Asheville City Council calls for HB2 repeal

Asheville City Council meets on April 12, 2016 and voted to pass a resolution that called House Bill 2 unconstitutional. (Photo credit: WLOS staff)

ASHEVILLE, N.C. -- Asheville's City Council unanimously passed a resolution against House Bill 2 on Tuesday.

The resolution called for HB2 to be repealed and called it unconstitutional.

"As the only minority member of council, I see this as a blatant act of discrimination. For those who stand idle and watch the horrors of our government in action, you are but equals," said Keith Young. He read a note he had previously sent to council members.

Governor McCrory proposed making one change to the law on Tuesday. He signed an Executive Order asking the legislature to restore the right for people to sue for discrimination in state court.

RELATED |North Carolina Governor amends controversial HB2 with Executive Order

HB2 took away people's ability to sue in state court for employment discrimination based on race, religion, color, national origin, age, sex or handicap.

McCrory previously said the law didn't take away any existing protections or affect the disabled.

"I have come to the conclusion that there is a great deal of misinformation, misinterpretation, confusion, a lot of passion, and frankly selective outrage and hypocrisy, especially against the great state of North Carolina," McCrory said in a video statement after signing the Executive Order.

The order added sexual orientation and gender identity protections for state employees, and he doubled down on the rest of the law.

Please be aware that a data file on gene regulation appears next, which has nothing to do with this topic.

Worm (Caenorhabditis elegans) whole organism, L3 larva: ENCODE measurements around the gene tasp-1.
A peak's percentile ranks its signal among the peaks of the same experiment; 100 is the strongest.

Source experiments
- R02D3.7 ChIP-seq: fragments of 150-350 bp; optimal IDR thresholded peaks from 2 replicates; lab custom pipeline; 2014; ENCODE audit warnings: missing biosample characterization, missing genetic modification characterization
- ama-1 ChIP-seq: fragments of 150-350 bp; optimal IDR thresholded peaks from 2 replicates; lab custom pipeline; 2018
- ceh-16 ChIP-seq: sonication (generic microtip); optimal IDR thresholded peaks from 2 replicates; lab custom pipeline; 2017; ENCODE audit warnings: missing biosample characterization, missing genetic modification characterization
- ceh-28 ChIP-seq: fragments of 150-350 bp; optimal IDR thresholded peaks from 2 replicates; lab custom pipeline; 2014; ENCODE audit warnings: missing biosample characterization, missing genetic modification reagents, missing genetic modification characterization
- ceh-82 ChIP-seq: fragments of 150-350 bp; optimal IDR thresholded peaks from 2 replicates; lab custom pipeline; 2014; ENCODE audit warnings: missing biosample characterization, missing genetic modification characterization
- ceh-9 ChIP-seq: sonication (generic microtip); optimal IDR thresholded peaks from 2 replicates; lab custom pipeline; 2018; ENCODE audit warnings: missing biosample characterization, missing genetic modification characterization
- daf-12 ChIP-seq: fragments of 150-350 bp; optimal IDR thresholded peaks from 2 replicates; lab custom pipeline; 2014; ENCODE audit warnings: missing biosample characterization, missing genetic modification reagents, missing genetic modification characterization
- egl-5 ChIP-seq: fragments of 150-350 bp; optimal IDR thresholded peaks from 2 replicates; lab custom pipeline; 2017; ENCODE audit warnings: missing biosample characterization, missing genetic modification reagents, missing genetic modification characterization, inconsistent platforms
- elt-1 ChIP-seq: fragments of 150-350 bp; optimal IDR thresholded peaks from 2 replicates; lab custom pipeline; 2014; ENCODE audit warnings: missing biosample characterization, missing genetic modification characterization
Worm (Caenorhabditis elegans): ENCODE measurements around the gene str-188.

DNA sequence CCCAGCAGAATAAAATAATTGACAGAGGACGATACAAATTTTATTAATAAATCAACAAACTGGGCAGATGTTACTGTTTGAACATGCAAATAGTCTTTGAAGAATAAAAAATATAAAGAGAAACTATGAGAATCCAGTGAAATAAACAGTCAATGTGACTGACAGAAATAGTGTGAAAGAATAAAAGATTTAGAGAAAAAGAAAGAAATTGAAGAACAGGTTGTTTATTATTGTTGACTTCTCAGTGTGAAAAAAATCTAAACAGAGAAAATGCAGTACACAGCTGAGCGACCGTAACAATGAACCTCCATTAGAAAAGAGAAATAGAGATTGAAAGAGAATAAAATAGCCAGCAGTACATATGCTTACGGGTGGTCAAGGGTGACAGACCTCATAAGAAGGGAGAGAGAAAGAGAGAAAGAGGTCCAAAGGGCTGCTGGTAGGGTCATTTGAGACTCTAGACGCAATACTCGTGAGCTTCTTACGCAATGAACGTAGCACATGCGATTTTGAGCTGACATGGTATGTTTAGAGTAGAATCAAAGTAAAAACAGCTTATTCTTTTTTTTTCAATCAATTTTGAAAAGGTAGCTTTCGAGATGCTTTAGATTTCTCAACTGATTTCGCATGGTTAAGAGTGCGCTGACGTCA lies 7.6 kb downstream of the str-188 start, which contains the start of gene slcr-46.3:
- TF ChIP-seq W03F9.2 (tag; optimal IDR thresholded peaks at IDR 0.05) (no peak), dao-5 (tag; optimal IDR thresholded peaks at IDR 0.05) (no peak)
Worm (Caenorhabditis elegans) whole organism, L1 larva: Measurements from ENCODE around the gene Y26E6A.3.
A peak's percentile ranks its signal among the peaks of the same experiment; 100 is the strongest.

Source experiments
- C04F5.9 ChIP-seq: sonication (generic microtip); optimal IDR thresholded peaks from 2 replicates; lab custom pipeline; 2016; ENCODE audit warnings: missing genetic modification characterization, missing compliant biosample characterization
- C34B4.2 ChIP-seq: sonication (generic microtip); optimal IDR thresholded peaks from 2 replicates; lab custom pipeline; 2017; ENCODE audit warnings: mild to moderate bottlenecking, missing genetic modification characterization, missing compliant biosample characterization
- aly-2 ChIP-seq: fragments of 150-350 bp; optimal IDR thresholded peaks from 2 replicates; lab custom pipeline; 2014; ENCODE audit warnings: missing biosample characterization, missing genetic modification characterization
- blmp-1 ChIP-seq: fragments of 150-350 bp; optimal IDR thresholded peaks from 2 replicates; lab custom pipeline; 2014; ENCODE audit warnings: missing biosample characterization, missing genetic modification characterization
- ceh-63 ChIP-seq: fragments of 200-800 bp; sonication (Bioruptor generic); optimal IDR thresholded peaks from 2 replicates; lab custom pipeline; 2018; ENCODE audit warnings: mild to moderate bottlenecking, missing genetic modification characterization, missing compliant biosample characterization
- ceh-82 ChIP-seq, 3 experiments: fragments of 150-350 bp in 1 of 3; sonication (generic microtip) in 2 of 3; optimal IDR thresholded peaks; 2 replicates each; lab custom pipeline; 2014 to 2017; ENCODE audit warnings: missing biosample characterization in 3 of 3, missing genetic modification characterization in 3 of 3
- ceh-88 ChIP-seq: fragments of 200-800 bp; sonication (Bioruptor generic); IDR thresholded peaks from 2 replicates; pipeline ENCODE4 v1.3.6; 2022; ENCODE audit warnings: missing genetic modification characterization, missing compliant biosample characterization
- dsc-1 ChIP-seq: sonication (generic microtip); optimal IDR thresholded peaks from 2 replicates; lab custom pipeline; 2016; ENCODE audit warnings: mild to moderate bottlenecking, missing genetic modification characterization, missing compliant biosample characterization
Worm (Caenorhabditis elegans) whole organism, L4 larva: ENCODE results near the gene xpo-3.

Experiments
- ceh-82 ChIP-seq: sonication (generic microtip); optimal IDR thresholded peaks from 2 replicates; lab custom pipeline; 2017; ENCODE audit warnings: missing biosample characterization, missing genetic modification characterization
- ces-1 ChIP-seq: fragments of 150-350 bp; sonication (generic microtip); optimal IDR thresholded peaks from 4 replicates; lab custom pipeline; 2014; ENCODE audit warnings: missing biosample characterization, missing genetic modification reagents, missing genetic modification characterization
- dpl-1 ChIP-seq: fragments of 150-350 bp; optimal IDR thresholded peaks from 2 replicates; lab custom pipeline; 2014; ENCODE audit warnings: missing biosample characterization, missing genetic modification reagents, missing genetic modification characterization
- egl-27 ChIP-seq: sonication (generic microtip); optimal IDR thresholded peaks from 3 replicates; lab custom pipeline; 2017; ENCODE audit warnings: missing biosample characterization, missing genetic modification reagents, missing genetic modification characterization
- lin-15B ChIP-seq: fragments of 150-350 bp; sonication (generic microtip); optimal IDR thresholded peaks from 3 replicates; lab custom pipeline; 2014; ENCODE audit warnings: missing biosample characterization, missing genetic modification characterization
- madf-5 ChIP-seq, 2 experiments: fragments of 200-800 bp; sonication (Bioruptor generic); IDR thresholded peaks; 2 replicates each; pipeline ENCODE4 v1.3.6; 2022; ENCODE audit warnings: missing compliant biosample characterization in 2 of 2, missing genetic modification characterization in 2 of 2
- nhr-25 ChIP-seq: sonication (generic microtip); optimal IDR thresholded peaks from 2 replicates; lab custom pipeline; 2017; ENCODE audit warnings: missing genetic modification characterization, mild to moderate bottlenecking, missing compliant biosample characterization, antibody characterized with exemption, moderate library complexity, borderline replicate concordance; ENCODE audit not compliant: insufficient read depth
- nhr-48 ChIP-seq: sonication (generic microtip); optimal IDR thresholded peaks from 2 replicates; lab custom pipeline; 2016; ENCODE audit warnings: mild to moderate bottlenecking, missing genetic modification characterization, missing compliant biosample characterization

"Now I know these actions will not totally satisfy everyone, but the vast majority of our citizens want common sense solutions to complex issues,"the Governor said.

News 13 found onlyone poll on the issue, and it showed 51 percent of North Carolinians support House Bill 2.

REALTED |Federal lawsuit filed over new North Carolina anti-discrimination law

Employment attorney Jessica Leaven called McCrory's Executive Order a good first step.

"But I don't see that this order does anything. It doesn't change the law. The only thing that can change the law is the legislature when they come back to session," Leaven, a partner at Grimes Teich Anderson, said.

RELATED |Buncombe County might've just lost 500 jobs to HB2

The law still bans local governments from creating a higher minimum wage than the state.

"This is a terrible idea that will have a profoundly negative impact on our city," Casey Campfield, an Asheville business owner, said.

Asheville Vice Mayor Gwen Wisler urged people to take their message beyond Asheville. She told people to contact their state legislators.

The city will send its resolution to local state legislators.

Related links:

Anti-HB2 billboard causes controversy in Polk County
Malaprop's manager pens open letter, pleads with authors to not cancel events
Author cancels Asheville event because of HB2

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